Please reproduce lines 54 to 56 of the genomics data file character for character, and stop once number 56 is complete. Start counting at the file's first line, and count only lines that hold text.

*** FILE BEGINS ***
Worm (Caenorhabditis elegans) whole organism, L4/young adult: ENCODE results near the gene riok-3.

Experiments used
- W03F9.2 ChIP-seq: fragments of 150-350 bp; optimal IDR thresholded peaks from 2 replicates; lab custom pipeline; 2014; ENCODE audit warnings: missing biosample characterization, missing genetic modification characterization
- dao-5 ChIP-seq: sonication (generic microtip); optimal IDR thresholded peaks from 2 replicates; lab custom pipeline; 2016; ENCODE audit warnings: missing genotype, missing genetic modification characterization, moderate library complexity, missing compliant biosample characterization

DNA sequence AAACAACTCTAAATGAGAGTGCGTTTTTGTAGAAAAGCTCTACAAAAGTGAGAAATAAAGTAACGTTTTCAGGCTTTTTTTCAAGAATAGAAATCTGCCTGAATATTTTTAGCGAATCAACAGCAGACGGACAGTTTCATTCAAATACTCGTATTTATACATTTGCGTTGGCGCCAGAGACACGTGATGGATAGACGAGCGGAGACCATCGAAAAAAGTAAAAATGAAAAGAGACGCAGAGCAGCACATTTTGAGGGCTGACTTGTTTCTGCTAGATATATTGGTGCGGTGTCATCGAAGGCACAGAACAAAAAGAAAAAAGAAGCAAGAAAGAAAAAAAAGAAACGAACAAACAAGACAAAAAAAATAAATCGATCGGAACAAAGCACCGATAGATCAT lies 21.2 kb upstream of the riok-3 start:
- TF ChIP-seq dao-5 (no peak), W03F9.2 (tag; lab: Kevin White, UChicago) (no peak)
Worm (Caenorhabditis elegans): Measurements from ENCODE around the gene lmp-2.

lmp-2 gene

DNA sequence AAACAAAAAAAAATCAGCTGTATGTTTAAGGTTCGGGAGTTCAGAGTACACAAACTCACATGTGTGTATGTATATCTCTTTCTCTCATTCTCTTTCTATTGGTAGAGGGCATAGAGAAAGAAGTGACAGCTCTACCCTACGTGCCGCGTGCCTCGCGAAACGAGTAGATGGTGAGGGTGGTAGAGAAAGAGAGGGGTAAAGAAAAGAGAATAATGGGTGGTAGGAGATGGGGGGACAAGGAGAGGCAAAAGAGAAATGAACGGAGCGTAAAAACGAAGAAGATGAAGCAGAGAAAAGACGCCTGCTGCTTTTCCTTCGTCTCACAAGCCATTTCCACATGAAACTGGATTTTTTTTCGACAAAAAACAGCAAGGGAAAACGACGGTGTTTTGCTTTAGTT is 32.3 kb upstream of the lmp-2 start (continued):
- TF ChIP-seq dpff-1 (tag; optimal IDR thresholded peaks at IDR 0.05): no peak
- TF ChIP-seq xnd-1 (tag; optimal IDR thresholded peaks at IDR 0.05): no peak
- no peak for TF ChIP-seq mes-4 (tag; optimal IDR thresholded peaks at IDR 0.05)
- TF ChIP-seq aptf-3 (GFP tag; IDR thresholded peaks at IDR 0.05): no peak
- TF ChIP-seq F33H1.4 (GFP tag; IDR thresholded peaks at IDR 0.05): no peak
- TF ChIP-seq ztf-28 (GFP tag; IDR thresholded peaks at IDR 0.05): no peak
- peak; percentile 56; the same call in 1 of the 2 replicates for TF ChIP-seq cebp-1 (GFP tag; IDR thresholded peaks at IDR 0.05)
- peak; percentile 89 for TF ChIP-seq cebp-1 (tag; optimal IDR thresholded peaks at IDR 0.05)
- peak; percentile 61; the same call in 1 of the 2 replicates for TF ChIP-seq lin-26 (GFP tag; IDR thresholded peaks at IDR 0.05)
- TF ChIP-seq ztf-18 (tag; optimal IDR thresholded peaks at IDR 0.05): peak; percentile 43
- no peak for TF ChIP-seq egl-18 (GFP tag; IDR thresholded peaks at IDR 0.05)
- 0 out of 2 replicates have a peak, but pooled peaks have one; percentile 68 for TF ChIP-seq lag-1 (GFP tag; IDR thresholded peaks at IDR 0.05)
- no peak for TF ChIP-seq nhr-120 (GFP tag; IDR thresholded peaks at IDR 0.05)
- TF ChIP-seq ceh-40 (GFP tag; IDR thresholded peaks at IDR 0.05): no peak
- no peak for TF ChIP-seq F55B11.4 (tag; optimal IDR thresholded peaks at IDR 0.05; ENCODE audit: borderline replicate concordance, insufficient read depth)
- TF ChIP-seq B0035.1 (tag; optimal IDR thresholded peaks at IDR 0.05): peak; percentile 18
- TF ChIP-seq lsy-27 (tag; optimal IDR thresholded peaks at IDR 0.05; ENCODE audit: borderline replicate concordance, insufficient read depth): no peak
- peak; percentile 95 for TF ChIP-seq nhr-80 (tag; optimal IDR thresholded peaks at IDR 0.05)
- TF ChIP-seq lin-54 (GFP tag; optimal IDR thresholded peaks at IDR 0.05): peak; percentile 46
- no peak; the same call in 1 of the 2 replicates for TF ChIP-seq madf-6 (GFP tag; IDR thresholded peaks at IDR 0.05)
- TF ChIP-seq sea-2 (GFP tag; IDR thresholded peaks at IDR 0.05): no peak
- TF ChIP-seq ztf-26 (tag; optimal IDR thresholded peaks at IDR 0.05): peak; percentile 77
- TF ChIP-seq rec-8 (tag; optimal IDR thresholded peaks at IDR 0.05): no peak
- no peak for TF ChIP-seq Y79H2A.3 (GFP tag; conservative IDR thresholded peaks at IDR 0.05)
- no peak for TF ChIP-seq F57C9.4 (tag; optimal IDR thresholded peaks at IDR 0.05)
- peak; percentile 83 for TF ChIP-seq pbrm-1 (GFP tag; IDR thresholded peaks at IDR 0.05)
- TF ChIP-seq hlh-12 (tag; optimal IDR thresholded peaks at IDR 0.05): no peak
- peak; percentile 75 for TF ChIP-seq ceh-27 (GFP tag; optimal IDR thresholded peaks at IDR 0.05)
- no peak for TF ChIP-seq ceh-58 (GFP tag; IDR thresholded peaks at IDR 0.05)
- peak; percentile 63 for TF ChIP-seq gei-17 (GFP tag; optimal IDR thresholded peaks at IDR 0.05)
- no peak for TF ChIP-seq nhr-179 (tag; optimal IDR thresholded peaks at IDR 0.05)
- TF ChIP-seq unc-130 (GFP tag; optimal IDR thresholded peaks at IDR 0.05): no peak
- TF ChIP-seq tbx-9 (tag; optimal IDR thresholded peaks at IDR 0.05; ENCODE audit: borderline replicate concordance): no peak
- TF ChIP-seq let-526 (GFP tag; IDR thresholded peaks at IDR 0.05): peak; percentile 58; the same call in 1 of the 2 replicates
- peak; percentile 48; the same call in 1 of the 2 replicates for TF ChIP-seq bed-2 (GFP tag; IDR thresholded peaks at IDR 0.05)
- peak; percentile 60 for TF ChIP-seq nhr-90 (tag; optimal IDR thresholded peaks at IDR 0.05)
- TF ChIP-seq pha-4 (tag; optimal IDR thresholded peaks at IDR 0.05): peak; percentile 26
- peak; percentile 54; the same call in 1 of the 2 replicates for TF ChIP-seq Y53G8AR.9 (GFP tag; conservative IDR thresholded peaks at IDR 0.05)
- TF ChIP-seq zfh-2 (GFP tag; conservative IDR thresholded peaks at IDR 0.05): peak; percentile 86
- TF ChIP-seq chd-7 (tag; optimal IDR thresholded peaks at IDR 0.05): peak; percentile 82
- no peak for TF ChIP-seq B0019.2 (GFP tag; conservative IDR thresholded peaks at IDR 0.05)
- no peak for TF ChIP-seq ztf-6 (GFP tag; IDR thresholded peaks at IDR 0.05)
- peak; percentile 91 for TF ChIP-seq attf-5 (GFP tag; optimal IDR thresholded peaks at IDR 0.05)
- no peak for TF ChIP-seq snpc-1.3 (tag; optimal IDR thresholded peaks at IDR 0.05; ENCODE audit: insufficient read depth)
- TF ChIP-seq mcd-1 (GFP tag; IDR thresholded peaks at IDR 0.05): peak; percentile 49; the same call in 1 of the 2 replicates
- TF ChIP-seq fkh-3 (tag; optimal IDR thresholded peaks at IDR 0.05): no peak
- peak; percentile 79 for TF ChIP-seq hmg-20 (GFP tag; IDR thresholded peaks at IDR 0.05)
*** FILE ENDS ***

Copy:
- TF ChIP-seq mcd-1 (GFP tag; IDR thresholded peaks at IDR 0.05): peak; percentile 49; the same call in 1 of the 2 replicates
- TF ChIP-seq fkh-3 (tag; optimal IDR thresholded peaks at IDR 0.05): no peak
- peak; percentile 79 for TF ChIP-seq hmg-20 (GFP tag; IDR thresholded peaks at IDR 0.05)